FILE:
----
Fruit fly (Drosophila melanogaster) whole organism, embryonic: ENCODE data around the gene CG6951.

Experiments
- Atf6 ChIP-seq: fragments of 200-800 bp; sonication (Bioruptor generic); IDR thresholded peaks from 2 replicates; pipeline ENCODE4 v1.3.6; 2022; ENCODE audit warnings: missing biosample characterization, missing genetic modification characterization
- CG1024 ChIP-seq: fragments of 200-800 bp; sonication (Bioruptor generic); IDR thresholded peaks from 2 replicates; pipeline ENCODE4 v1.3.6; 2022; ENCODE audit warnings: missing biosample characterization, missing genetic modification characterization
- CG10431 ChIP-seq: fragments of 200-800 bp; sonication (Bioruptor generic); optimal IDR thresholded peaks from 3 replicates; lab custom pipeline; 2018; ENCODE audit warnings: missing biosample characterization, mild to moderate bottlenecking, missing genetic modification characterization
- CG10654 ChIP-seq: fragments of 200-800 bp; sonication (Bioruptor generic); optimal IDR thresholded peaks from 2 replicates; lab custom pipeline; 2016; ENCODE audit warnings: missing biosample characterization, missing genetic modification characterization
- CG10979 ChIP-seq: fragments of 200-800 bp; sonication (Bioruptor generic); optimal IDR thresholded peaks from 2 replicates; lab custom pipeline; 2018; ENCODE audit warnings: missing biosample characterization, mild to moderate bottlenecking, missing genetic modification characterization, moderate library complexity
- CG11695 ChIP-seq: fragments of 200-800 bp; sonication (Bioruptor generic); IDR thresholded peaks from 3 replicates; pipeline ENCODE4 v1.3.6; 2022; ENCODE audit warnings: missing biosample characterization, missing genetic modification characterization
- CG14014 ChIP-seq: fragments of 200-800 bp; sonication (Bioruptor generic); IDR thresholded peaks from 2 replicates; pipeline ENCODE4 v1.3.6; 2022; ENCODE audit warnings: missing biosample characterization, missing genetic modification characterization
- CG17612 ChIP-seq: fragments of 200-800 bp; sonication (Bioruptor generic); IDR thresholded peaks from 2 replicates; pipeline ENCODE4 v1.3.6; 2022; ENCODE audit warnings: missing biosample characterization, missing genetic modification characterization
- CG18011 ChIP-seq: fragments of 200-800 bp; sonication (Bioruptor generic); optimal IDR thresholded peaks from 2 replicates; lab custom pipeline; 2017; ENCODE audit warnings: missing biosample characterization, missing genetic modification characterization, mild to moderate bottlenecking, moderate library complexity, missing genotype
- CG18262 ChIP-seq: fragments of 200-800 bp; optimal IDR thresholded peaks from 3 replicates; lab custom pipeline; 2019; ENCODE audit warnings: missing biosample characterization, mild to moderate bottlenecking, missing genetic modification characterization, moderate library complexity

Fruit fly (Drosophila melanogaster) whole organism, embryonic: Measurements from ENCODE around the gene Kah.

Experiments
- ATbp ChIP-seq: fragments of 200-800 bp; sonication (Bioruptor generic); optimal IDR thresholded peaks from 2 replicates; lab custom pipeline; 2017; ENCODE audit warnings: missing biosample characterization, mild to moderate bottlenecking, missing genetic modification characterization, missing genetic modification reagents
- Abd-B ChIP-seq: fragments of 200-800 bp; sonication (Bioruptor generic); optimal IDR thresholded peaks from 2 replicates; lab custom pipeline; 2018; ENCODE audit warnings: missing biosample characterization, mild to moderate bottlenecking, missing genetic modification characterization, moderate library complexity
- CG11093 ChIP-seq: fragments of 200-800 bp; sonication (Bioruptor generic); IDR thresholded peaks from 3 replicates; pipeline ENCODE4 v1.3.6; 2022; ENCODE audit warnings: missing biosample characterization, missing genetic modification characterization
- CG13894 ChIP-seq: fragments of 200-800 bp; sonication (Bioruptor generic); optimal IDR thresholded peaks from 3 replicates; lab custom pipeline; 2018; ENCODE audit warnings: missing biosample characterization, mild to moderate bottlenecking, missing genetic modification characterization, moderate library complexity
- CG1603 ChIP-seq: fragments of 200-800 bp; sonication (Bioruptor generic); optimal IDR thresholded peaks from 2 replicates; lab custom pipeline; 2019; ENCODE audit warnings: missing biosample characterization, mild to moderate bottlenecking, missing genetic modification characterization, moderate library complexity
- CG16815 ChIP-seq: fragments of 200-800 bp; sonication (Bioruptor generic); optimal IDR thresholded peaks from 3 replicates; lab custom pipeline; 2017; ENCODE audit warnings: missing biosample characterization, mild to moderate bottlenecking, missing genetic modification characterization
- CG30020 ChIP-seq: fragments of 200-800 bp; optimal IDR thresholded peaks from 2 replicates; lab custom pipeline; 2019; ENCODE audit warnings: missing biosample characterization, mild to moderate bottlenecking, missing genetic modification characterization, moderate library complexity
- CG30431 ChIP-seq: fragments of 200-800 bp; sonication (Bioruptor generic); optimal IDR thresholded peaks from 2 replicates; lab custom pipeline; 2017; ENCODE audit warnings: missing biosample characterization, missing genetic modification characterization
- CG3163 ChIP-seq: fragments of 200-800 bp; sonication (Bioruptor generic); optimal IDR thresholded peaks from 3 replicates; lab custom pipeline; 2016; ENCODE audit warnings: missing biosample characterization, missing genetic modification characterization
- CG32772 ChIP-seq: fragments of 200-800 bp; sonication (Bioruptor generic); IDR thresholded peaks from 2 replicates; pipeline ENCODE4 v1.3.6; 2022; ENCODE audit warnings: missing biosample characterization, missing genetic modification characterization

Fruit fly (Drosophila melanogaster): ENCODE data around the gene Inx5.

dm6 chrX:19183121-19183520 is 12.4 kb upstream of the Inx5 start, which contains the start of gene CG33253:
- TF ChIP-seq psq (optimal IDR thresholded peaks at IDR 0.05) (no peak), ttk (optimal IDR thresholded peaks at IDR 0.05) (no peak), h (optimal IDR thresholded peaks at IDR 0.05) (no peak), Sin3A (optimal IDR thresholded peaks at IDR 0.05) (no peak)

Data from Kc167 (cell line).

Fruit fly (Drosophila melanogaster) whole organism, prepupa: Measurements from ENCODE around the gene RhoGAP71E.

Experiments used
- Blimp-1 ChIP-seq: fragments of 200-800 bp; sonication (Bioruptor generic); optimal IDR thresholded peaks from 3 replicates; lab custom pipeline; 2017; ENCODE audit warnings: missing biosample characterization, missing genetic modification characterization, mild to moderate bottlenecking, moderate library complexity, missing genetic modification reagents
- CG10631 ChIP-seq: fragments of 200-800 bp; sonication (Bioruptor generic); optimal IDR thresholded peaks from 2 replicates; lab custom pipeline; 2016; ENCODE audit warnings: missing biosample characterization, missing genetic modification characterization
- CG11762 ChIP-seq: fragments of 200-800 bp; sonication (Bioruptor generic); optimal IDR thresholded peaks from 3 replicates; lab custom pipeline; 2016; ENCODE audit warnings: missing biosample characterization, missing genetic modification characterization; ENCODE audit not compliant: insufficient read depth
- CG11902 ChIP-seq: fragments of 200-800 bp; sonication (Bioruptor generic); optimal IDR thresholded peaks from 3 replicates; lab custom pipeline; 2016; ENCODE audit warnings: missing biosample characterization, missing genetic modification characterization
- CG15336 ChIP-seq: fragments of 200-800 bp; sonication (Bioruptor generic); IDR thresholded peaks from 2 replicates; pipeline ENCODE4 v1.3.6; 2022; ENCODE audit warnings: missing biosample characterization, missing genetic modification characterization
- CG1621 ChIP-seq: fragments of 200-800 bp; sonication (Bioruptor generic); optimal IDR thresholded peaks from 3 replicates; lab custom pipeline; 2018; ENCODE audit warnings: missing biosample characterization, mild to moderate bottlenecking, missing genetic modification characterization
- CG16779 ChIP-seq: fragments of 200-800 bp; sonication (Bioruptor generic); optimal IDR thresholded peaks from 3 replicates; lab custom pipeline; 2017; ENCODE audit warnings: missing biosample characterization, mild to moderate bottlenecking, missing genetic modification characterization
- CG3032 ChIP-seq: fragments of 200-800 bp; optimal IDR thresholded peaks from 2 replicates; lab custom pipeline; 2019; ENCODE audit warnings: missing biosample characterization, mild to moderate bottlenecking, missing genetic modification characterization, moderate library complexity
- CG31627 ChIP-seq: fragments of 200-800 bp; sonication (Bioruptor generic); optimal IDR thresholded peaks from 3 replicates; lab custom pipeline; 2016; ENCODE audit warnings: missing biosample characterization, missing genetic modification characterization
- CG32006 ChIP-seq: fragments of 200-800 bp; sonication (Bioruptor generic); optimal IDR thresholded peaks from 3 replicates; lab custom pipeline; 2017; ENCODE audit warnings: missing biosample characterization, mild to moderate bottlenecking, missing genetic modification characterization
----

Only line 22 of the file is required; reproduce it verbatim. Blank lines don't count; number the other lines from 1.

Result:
- CG30431 ChIP-seq: fragments of 200-800 bp; sonication (Bioruptor generic); optimal IDR thresholded peaks from 2 replicates; lab custom pipeline; 2017; ENCODE audit warnings: missing biosample characterization, missing genetic modification characterization